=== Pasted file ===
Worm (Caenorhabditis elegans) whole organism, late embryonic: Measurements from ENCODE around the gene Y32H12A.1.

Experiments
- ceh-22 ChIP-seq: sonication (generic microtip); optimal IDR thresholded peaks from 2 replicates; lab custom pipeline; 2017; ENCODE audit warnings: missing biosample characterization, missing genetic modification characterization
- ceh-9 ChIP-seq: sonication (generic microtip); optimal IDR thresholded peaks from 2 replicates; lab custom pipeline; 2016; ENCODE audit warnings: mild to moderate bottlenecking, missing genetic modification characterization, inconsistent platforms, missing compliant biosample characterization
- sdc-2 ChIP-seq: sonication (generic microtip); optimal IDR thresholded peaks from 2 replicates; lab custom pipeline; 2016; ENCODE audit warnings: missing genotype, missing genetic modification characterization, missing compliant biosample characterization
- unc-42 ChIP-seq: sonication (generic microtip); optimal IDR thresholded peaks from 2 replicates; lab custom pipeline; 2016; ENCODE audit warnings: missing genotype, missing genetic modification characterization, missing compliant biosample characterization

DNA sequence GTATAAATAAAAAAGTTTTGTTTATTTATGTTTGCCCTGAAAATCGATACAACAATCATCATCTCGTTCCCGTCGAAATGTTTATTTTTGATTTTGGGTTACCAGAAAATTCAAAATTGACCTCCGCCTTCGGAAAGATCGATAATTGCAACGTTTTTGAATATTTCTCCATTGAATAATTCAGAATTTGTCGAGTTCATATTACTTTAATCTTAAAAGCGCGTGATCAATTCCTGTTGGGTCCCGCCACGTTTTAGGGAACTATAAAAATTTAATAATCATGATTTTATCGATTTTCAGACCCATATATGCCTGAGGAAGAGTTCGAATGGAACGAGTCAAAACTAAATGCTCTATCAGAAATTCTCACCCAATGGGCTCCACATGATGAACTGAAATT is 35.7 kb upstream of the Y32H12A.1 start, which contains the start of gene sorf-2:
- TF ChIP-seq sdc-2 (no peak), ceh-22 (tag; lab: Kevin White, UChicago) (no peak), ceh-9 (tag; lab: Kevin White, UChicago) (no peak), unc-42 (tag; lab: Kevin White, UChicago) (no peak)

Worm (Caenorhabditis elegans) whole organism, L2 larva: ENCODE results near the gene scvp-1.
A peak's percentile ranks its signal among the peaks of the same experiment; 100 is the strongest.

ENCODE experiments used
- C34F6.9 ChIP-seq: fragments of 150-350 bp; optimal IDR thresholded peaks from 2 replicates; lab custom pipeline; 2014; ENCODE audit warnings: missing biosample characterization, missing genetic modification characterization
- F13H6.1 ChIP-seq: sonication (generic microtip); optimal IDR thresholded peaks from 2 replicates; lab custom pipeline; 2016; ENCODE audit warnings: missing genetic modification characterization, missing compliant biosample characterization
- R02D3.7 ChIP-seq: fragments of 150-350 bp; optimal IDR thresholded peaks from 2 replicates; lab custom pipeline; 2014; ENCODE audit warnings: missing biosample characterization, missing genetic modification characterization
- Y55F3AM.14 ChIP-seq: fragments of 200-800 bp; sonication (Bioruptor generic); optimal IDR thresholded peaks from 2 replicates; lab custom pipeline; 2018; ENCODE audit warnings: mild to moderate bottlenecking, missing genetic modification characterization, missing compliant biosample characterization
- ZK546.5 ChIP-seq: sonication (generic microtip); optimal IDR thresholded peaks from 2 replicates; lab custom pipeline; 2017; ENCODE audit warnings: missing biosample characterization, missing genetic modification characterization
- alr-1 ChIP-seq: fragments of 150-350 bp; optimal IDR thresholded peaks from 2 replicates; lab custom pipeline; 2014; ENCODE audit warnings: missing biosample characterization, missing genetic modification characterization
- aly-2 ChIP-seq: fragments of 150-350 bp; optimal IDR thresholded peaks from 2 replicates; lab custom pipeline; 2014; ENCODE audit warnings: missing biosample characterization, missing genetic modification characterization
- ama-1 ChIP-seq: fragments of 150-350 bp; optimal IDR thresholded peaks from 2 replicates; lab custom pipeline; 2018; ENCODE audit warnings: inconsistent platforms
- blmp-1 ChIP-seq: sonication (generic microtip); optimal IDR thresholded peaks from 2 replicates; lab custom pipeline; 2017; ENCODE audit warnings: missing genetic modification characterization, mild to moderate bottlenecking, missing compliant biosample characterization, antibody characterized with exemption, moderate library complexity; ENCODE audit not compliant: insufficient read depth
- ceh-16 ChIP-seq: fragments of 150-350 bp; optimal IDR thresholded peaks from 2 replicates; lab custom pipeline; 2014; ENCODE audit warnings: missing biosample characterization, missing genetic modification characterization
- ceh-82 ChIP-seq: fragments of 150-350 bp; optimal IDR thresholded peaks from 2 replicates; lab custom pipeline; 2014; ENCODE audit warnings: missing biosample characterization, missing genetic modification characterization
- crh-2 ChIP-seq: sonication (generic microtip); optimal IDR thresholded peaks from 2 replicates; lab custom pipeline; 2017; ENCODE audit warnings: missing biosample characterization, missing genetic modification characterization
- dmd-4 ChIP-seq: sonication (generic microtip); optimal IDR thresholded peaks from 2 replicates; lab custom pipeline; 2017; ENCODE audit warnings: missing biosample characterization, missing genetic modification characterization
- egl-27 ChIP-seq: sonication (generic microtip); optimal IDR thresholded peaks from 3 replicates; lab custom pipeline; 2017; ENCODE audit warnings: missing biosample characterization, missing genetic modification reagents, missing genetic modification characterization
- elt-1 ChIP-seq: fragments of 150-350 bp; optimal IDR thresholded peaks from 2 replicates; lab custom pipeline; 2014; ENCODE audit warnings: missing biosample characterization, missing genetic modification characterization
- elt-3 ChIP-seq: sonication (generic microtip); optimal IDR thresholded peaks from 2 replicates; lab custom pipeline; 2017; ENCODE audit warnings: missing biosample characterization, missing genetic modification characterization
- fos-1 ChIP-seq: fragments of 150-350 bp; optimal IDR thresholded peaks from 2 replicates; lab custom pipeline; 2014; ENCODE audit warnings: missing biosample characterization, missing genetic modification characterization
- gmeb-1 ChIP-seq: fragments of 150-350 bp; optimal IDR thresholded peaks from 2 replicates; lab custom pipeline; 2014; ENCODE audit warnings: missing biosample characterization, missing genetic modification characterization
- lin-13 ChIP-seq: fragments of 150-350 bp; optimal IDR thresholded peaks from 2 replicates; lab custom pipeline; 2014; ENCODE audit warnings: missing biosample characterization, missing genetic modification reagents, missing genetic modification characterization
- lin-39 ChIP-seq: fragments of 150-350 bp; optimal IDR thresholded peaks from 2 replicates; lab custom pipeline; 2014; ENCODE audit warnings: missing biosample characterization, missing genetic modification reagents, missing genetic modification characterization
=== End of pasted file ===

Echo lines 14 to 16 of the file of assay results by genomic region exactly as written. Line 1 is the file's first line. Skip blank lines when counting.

- R02D3.7 ChIP-seq: fragments of 150-350 bp; optimal IDR thresholded peaks from 2 replicates; lab custom pipeline; 2014; ENCODE audit warnings: missing biosample characterization, missing genetic modification characterization
- Y55F3AM.14 ChIP-seq: fragments of 200-800 bp; sonication (Bioruptor generic); optimal IDR thresholded peaks from 2 replicates; lab custom pipeline; 2018; ENCODE audit warnings: mild to moderate bottlenecking, missing genetic modification characterization, missing compliant biosample characterization
- ZK546.5 ChIP-seq: sonication (generic microtip); optimal IDR thresholded peaks from 2 replicates; lab custom pipeline; 2017; ENCODE audit warnings: missing biosample characterization, missing genetic modification characterization